The Profiler's Daughter is a solid written detective mystery. There are a few minor weaknesses but the rich complex story carries the reader through to the end. Anyone who has enjoyed the multitude of female investigator mystery stories will need to add this book to their list. It is a great addition to the genre.
Alfred A. Knopf
c/o Random House, Inc.
1540 Broadway, New York, NY
9780307272591, $26.95, 317pp, www.amazon.com
Bad Monkey is what you would expect from a Hiaasen book. The news and media are full of stories about people doing stupid things. Hiaasen creates a tale built from these stupidities. Every page, sometimes every other paragraph, of the story is constructed around some incredible act that a character does. Both the key to the story and its ability to be believable is that everyone has had an experience with an individual capable of doing one of these daffy things. Somehow Hiaasen still keeps enough humanity in the story so everything just doesn't become a disconnected collection of insanities and stays a fully integrated detective tale.
Andrew Yancy is an ex-Miami detective and a soon to be laid-off county sheriff detective. His boss is the only sheriff's candidate who wasn't in jail at the time of the last election. The new Sheriff's sole electable quality was that he is such a rookie nitwit that he appeared a paragon of virtue when compared to the other candidates. A severed arm is hooked by a fisherman and the Sheriff doesn't want the arm in his county so he orders Yancy to haul it to Miami and leave it with the coroner there. Yancy knows they won't accept the severed arm but he wants to get back his detective job so he tries. As expected the coroner refuses the arm so he takes it home and puts it in his freezer. From here the story gets even weirder -- murder, assault, vicious dogs, an ancient horny voodoo priestess and of course a bad monkey are just starters in a tale that includes just about everything a person can imagine. Somehow the story holds together to the hilarious end.
Hiaasen has the unique talent of creating a fascinating and hilarious detective tales built around the stupidity we read about and see around us every day. If you can handle the adult humor and the wicked satire, Bad Monkey is a must read tale for any detective junky or anyone who enjoys a great comedy. It is this year's best in this narrow genre.
S.A. Gorden, Reviewer
1919 Fifth Street, Berkeley, CA 94710-1916
9781619021129, $22.00, www.amazon.com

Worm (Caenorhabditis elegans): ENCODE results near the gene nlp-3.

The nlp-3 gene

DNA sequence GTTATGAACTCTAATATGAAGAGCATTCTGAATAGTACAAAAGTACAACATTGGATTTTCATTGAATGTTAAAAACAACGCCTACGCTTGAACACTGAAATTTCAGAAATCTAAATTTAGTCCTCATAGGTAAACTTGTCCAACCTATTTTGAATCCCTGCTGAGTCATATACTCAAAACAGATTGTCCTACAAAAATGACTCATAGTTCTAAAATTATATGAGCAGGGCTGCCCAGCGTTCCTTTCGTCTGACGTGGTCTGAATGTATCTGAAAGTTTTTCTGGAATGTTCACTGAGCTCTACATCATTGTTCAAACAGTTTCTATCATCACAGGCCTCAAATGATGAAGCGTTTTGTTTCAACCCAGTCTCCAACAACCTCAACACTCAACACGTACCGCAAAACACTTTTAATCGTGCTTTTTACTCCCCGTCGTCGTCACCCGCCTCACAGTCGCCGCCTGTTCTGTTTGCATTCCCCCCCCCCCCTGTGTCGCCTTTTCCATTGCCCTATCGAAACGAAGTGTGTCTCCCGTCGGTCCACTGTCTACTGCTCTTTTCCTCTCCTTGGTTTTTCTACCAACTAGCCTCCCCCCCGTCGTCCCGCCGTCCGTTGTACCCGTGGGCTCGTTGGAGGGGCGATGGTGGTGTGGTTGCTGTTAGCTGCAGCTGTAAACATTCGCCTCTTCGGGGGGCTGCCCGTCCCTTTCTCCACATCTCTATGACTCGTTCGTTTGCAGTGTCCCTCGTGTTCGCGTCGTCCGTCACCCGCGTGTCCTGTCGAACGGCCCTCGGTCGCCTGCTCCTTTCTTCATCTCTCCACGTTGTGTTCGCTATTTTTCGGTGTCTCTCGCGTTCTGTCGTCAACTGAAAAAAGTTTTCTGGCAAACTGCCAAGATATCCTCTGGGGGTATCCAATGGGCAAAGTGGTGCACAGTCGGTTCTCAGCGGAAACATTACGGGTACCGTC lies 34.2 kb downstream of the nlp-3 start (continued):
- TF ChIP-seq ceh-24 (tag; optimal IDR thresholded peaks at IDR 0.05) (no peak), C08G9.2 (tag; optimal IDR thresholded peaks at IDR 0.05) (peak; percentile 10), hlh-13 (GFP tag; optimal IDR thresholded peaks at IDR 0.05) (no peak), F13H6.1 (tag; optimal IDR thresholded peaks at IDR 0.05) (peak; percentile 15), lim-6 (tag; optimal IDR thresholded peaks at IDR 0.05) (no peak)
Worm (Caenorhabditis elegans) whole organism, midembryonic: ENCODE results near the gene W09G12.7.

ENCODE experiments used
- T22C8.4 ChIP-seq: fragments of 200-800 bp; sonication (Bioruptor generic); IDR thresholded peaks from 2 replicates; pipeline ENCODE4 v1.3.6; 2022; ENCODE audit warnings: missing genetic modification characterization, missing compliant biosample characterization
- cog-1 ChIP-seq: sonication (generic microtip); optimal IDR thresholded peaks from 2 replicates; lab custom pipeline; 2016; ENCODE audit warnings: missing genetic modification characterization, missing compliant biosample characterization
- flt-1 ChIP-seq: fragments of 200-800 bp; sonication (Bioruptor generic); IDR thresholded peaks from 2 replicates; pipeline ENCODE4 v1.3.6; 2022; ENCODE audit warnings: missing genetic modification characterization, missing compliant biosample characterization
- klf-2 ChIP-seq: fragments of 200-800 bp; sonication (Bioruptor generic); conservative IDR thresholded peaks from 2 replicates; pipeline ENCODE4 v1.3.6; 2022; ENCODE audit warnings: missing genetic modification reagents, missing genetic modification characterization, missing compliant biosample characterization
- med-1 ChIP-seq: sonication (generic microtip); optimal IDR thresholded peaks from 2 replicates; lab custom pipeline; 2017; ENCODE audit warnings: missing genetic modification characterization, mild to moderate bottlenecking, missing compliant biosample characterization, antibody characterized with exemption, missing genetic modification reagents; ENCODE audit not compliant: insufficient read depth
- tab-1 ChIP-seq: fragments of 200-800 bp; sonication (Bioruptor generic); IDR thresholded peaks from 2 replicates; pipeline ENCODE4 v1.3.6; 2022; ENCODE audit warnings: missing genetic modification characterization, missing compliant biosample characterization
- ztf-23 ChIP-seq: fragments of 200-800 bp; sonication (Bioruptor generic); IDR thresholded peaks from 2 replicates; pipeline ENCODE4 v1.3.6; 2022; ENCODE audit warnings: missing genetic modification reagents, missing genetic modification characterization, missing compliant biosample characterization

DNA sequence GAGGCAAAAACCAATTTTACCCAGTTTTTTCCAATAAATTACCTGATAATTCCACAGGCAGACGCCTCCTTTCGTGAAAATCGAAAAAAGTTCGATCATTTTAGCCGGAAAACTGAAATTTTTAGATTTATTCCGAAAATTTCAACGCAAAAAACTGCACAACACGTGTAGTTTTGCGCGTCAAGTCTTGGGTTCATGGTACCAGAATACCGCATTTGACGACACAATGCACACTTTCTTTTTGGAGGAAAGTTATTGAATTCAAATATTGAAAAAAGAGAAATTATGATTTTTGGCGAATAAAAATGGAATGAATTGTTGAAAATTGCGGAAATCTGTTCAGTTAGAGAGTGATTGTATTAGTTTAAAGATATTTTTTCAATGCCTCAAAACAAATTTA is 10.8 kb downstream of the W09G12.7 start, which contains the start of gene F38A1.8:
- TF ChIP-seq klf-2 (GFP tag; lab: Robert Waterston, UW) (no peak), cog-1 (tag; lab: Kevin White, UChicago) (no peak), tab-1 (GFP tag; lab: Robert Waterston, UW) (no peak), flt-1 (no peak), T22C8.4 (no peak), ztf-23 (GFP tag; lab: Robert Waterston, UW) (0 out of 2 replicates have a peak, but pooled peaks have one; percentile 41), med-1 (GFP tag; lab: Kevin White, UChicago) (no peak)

Family life is a bit like baking a cake; a whole lot of ingredients get mixed together and sometimes there's a good outcome. The success or failure of a cake recipe, though doesn't have the power to change your life, family relationships do. Growing up in a loving family where parents stay together through thick and thin, particularly the thin, really helps the transition from childhood dependency to adult self determination.
Nancy Spiller, in her memoir Compromise Cake, uses recipes, learned at her mother's side, to lay to rest the mystery of why her mother's life became an unhappy diet of compromise and angry despair after following most women of the times ('forties through 'sixties) career option of: marriage and a family. The compromises - gradual at first, Ms Spiller's mother, Marguerite, came to realize that with a husband and four children a freedom cake flavoured by self-expression and happiness was something she could dream about but never taste.
This realization is not unusual for Marguerite's generation or indeed for any women who's rosy expectations of marriage founder somewhere between a rock and a hard place. Most women, and men too, overcome the trials and tribulations of keeping a family together by compromise on both sides to provide a haven of happy normalcy for their children.
Marguerite was unable to do this, understandable, as the snapshots recorded in Compromise Cake of her life before marriage reveal a young woman who was desperate for 'something to happen' and to meet 'an exciting man'. While waiting for these events, she trained as a teacher, a job she didn't like and met an ordinary young man, who after courting Marguerite, proposed marriage.